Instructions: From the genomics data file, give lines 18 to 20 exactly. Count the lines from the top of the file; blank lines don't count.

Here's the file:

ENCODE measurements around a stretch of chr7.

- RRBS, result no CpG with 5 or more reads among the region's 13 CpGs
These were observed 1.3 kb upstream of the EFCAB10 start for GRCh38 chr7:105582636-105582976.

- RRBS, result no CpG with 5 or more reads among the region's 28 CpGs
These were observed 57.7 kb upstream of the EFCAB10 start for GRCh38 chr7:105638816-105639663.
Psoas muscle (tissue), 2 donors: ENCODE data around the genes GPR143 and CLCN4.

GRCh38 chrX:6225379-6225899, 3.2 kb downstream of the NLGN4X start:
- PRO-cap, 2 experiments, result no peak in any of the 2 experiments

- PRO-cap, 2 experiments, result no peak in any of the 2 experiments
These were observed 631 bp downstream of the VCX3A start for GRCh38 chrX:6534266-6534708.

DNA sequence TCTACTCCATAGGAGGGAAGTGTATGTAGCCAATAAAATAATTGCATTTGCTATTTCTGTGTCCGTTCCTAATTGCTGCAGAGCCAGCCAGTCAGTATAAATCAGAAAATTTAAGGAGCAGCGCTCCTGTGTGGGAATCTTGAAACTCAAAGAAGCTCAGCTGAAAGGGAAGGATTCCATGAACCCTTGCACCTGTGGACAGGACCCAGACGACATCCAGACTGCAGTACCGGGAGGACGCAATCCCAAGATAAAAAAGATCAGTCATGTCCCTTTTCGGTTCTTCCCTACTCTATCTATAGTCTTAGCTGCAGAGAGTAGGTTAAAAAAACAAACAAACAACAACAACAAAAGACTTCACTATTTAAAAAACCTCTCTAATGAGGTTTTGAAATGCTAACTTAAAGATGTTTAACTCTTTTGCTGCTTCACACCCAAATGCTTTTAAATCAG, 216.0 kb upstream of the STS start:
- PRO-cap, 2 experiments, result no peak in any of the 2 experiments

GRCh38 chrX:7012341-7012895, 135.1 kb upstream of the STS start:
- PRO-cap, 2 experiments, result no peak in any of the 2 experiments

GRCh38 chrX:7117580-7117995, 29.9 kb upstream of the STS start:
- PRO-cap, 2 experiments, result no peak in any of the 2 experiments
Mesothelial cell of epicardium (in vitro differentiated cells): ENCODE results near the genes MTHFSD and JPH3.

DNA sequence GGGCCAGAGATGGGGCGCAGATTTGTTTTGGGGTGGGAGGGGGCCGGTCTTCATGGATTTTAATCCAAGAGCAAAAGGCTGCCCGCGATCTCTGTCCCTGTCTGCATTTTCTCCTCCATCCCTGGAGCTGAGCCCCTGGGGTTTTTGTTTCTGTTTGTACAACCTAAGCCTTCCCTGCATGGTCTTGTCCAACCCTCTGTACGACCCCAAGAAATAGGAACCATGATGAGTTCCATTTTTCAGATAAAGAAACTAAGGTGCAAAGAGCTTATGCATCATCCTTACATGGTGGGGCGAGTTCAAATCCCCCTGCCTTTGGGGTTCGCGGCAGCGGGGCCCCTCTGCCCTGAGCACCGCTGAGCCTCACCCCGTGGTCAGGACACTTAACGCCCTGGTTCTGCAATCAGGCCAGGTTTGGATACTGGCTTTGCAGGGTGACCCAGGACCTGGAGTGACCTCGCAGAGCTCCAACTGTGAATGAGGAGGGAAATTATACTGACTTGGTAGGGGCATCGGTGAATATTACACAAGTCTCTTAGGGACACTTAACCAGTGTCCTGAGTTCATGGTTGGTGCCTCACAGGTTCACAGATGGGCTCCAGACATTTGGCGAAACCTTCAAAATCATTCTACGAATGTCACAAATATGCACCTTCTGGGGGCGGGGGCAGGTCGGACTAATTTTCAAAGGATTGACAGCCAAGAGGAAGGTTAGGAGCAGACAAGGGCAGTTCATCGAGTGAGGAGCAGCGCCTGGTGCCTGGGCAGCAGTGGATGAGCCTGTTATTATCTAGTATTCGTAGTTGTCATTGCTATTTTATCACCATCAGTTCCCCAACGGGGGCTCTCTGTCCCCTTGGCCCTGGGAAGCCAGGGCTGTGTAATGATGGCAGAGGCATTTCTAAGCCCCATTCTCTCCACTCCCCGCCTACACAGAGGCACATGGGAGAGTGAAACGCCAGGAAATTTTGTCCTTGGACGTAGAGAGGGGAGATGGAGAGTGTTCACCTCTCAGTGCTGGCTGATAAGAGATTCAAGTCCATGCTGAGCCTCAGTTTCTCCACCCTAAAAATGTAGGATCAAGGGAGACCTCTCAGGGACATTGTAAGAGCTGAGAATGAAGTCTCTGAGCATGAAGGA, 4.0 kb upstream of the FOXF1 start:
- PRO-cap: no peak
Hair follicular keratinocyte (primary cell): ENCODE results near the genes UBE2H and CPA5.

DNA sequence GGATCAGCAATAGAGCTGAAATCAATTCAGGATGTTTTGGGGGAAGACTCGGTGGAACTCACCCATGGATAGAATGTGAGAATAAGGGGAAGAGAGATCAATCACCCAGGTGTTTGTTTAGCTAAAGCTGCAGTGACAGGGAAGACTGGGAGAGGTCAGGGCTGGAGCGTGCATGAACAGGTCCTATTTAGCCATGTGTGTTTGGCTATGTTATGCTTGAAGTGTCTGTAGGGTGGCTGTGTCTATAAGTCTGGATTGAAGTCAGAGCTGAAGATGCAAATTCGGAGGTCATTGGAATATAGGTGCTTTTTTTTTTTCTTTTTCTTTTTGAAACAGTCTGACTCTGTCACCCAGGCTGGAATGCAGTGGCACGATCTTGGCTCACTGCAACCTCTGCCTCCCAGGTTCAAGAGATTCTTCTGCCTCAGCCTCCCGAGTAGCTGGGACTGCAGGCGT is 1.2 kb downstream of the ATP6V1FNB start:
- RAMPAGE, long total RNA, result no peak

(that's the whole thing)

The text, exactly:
DNA sequence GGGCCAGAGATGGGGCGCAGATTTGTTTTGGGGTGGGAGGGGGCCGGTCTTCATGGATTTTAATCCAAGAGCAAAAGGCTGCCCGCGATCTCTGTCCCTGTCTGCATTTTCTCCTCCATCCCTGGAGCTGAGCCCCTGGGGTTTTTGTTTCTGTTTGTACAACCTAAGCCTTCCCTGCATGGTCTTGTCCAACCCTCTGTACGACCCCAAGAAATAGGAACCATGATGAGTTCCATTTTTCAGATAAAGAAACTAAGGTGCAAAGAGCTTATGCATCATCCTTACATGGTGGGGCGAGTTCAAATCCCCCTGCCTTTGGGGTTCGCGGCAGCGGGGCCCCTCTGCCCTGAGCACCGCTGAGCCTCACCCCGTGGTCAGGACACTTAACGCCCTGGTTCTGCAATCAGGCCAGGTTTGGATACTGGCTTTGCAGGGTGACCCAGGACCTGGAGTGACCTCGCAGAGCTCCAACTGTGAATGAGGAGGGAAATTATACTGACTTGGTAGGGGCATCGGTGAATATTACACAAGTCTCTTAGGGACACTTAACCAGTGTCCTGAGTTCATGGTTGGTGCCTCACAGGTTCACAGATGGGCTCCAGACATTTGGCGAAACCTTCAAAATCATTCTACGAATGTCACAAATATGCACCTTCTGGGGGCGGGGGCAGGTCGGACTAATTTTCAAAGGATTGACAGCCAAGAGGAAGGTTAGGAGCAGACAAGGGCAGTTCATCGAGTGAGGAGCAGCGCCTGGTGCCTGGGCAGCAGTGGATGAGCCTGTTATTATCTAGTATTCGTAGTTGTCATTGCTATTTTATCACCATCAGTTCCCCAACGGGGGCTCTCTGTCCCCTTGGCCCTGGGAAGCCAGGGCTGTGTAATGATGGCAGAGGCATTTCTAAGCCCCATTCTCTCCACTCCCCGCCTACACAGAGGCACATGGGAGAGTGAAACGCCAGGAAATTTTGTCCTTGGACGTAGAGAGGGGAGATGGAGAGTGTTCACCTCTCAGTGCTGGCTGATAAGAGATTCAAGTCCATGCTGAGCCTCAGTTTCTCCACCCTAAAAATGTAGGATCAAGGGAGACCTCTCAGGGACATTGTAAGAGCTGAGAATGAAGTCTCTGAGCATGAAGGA, 4.0 kb upstream of the FOXF1 start:
- PRO-cap: no peak
Hair follicular keratinocyte (primary cell): ENCODE results near the genes UBE2H and CPA5.